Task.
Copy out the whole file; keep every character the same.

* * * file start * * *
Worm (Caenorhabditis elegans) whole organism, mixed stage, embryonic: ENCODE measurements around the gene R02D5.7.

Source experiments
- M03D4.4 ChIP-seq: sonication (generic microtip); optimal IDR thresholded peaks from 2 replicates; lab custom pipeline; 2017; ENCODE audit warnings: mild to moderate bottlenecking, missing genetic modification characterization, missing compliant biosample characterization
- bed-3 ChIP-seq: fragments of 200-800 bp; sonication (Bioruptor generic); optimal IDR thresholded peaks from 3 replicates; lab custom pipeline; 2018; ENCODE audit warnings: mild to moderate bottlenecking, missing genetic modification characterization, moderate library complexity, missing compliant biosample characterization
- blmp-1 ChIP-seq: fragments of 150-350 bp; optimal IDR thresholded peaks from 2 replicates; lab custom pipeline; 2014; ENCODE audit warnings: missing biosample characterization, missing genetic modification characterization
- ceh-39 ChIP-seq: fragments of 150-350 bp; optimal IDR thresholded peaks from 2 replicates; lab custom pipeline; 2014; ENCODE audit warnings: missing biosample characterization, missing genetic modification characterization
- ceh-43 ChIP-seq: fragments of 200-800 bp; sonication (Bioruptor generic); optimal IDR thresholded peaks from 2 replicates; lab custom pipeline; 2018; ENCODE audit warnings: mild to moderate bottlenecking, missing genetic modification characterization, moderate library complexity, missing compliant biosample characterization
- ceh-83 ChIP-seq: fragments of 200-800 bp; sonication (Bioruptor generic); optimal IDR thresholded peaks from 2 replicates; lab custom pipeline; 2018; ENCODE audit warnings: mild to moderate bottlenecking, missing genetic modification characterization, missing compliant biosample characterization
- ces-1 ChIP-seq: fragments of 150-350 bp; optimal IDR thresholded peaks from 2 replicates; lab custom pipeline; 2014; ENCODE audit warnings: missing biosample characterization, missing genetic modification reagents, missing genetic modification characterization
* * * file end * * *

Worm (Caenorhabditis elegans) whole organism, mixed stage, embryonic: ENCODE measurements around the gene R02D5.7.

Source experiments
- M03D4.4 ChIP-seq: sonication (generic microtip); optimal IDR thresholded peaks from 2 replicates; lab custom pipeline; 2017; ENCODE audit warnings: mild to moderate bottlenecking, missing genetic modification characterization, missing compliant biosample characterization
- bed-3 ChIP-seq: fragments of 200-800 bp; sonication (Bioruptor generic); optimal IDR thresholded peaks from 3 replicates; lab custom pipeline; 2018; ENCODE audit warnings: mild to moderate bottlenecking, missing genetic modification characterization, moderate library complexity, missing compliant biosample characterization
- blmp-1 ChIP-seq: fragments of 150-350 bp; optimal IDR thresholded peaks from 2 replicates; lab custom pipeline; 2014; ENCODE audit warnings: missing biosample characterization, missing genetic modification characterization
- ceh-39 ChIP-seq: fragments of 150-350 bp; optimal IDR thresholded peaks from 2 replicates; lab custom pipeline; 2014; ENCODE audit warnings: missing biosample characterization, missing genetic modification characterization
- ceh-43 ChIP-seq: fragments of 200-800 bp; sonication (Bioruptor generic); optimal IDR thresholded peaks from 2 replicates; lab custom pipeline; 2018; ENCODE audit warnings: mild to moderate bottlenecking, missing genetic modification characterization, moderate library complexity, missing compliant biosample characterization
- ceh-83 ChIP-seq: fragments of 200-800 bp; sonication (Bioruptor generic); optimal IDR thresholded peaks from 2 replicates; lab custom pipeline; 2018; ENCODE audit warnings: mild to moderate bottlenecking, missing genetic modification characterization, missing compliant biosample characterization
- ces-1 ChIP-seq: fragments of 150-350 bp; optimal IDR thresholded peaks from 2 replicates; lab custom pipeline; 2014; ENCODE audit warnings: missing biosample characterization, missing genetic modification reagents, missing genetic modification characterization